Grace and peace, David

A Double Evil

Jeremiah 2:12-13

Be appalled at this, heavens; be shocked and utterly desolated! This is the Lord’s declaration. For my people have committed a double evil: They have abandoned me, the fountain of living water, and dug cisterns for themselves—cracked cisterns that cannot hold water (CSB).

God’s story takes in all aspects of human experience. A novice to the truth might anticipate that it would only speak of joy and glory. Yes, it ends in the fullness of both glory and joy. However, along the way, as the Lord of glory interacts with people, he feels our sorrows, our ugliness, our ruin. The Forever Blessed One calls us to feel the disgust caused by people’s rejection of his joy and glory. The verbs are meant to shake us out of our complacency: Be appalled… be shocked… utterly desolated. Why such horror? It is because the visible people of God had committed the evil exchange, that lies at the core of fallen humanity (cf. Romans 1:18-23). What is this evil? It is the exchange of the all-glorious God for worthless idols.

The Father calls this a double evil. First, people abandon God. Abandonment of others is very much a part of this world. One day there is love, joy, peace, acceptance, and friendship. The next is the awfulness of rejection, the benefits of friendship gone. You may weep if you have been abandoned by family or friends.  Watching his people walk away is intensified because the Lord fully understands what they are walking away from—the fountain of living water. Fresh water is necessary for life, but people want the dust of death. Second, people make substitutes for God, but the substitutes are defective. Instead of the fountain, they want cisterns, and they’re cracked, unusable cisterns at that! If you have ever seen someone trade a loving family for some ruinous pleasure, you know the tearful outrage that this brings to one’s heart. God spoke through Jeremiah to call them back from this senseless, double evil.

This word is not simply for Israel 2600 years ago. It is for us. The temptation to commit this double evil surrounds us, and because of remaining sin, it can stir within us. Our Father in heaven calls us to a joyous walk in the light with him. If we walk in the light as he himself is in the light, we have fellowship with one another, and the blood of Jesus his Son cleanses us from all sin (1 John 1:7). Read his word, think on it, talk to your God, and share your life with him. Give thanks for the blessings of his grace; dare to ask for more grace.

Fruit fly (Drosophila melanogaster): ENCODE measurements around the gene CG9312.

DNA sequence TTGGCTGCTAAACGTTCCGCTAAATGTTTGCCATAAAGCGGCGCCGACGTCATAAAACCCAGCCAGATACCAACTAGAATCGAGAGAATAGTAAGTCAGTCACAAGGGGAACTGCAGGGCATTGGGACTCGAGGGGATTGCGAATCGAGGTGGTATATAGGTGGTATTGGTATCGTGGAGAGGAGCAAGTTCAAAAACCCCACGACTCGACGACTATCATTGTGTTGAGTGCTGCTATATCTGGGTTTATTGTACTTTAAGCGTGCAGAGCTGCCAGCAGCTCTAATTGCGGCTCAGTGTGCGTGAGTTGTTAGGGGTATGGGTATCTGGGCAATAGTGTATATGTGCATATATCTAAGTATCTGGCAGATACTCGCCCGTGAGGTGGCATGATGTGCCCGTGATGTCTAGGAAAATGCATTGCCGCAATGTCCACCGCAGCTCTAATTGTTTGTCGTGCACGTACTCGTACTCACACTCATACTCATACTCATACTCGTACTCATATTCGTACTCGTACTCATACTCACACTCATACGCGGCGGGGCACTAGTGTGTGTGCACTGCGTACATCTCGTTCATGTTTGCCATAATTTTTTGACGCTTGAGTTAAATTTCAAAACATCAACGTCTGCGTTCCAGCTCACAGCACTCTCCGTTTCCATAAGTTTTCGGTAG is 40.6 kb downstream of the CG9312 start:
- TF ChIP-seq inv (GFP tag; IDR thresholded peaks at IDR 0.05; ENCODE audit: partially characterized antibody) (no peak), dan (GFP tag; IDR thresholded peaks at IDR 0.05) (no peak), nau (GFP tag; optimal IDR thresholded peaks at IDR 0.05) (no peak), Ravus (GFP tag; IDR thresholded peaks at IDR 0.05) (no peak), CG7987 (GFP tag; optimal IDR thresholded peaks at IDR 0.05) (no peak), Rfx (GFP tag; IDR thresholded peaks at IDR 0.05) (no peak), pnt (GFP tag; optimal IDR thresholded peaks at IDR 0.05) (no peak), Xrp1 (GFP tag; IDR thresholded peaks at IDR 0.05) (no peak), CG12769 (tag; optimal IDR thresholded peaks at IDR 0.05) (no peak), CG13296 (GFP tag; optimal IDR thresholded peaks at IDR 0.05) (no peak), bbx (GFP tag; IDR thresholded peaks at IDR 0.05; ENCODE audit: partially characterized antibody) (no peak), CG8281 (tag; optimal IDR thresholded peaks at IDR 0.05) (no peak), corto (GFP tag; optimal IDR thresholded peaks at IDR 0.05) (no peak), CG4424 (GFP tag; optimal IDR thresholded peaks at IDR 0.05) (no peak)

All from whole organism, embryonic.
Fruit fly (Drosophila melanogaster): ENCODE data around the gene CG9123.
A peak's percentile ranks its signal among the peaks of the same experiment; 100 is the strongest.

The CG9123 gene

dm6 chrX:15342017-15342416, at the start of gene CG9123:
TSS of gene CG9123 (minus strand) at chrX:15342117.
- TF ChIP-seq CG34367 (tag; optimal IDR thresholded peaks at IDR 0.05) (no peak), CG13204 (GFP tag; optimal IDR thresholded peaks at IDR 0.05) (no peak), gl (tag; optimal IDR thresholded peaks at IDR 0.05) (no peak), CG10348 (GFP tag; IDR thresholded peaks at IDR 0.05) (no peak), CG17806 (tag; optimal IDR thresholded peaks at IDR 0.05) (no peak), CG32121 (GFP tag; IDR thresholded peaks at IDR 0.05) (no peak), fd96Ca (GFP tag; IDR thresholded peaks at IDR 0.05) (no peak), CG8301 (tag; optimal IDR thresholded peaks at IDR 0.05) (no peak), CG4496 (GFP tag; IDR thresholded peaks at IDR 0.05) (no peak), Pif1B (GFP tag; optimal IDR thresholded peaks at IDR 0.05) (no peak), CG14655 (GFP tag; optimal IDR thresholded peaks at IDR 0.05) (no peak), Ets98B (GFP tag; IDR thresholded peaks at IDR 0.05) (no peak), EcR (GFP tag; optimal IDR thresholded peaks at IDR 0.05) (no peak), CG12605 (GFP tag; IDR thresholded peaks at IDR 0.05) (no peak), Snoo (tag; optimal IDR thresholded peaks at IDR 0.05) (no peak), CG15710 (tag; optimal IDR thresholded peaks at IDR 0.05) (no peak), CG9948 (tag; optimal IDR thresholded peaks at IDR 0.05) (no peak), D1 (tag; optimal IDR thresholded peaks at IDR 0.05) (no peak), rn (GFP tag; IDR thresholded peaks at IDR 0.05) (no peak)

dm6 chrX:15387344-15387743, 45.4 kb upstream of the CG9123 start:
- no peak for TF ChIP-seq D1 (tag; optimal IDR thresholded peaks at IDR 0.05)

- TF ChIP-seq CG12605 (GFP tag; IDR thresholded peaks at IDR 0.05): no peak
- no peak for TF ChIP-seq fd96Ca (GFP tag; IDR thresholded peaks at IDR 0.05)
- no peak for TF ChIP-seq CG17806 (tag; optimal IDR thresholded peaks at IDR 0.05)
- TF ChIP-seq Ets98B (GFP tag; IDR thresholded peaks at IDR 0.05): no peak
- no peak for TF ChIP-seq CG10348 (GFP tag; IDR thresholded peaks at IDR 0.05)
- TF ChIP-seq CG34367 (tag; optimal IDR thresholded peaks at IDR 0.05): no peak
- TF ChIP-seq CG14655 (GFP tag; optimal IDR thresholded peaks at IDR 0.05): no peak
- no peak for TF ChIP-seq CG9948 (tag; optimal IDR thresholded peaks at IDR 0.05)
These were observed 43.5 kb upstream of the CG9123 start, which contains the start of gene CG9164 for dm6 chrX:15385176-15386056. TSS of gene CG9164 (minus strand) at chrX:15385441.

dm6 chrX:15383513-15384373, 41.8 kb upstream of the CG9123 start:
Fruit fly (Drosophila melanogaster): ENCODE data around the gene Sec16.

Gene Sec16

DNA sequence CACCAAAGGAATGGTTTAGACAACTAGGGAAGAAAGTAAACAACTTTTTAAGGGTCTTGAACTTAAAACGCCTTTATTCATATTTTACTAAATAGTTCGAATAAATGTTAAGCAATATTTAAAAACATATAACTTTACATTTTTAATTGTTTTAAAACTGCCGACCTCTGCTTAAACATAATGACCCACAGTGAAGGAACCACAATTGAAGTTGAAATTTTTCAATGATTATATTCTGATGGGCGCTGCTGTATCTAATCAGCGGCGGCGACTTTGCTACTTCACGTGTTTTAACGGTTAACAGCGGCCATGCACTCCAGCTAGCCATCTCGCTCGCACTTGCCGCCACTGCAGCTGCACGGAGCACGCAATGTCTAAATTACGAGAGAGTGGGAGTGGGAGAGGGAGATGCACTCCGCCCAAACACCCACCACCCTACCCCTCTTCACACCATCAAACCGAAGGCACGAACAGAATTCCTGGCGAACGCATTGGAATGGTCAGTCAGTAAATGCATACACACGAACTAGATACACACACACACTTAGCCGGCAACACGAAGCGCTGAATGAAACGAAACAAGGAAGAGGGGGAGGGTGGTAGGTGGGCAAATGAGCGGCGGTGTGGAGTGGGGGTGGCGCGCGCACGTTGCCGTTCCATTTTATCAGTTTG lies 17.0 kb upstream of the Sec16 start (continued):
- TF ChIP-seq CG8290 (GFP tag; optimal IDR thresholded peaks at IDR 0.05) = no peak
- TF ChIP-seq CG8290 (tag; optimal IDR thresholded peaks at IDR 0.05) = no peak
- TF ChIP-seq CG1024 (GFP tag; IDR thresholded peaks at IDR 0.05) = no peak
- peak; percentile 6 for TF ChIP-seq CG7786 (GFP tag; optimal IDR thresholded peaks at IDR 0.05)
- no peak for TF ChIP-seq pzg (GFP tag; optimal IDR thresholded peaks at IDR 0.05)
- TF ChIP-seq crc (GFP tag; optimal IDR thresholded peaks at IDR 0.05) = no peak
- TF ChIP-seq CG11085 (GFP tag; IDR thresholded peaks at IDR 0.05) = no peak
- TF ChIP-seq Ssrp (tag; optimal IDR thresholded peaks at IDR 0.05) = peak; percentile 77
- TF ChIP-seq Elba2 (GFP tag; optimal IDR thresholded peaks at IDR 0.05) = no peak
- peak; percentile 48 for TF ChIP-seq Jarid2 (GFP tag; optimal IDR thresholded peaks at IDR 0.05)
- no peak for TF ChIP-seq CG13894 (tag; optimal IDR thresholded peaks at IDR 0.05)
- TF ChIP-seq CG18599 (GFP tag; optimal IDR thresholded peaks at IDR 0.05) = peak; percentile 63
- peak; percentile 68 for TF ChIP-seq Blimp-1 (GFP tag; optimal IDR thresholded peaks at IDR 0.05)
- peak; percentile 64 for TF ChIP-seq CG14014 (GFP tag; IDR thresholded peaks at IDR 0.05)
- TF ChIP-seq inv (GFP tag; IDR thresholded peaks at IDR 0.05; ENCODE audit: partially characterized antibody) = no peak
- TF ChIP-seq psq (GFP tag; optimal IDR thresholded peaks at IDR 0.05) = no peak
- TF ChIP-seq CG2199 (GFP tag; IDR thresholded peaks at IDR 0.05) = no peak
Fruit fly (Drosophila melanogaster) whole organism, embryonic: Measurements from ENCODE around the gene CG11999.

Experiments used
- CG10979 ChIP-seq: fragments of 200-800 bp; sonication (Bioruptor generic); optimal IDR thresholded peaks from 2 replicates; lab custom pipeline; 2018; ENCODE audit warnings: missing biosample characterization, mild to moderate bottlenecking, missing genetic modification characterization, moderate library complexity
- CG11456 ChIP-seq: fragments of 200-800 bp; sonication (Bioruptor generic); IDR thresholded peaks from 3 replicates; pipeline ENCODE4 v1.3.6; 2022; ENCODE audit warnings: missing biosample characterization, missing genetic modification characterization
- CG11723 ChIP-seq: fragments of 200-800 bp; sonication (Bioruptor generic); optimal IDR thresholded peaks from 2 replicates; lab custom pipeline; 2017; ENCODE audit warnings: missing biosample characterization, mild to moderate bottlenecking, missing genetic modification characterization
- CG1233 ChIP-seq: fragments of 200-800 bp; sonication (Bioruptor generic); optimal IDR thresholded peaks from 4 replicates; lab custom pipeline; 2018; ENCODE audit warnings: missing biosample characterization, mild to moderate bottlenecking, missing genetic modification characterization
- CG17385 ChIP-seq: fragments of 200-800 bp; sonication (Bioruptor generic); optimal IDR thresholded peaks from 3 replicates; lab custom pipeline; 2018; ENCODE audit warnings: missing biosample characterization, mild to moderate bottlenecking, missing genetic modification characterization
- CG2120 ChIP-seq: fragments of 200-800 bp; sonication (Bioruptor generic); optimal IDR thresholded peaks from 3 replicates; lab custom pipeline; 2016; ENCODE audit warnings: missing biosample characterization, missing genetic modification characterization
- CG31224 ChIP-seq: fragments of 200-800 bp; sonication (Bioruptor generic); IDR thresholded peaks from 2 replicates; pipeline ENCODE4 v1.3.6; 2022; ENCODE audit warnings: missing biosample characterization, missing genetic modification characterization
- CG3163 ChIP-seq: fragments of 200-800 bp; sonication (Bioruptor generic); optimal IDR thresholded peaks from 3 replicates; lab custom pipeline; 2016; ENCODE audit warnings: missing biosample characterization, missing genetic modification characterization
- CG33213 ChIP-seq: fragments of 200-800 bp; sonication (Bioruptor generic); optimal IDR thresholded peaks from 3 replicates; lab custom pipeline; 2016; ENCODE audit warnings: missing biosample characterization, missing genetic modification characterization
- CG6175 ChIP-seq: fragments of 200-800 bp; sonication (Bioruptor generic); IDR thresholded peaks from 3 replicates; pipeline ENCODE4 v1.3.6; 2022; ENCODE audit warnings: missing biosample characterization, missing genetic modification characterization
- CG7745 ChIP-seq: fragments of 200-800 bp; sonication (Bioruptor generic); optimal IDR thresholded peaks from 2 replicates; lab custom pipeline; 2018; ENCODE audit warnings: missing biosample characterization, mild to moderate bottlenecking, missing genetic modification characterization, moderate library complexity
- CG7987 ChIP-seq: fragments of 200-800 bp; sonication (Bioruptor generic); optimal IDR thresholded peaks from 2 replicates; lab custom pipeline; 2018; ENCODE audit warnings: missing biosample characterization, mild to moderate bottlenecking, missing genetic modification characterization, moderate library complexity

Do not abandon God on Monday or any other day, because it is gray and rainy, because other people are making your life miserable, or because you feel lonely and dejected. Do not make substitute pleasures out of the gods or goddesses of money, power, popularity, and pleasure. Learn anew where true pleasure is found, in the fountain of living water. Refresh your heart in the Lord today.

Grace and peace, David

Joseph and Temptation (Part Two)

Genesis 39:6-10

So Potiphar left everything he had in Joseph’s care; with Joseph in charge, he did not concern himself with anything except the food he ate. Now Joseph was well-built and handsome, and after a while his master’s wife took notice of Joseph and said, “Come to bed with me!” But he refused. “With me in charge,” he told her, “my master does not concern himself with anything in the house; everything he owns he has entrusted to my care. No one is greater in this house than I am. My master has withheld nothing from me except you, because you are his wife. How then could I do such a wicked thing and sin against God?” And though she spoke to Joseph day after day, he refused to go to bed with her or even be with her (NIV).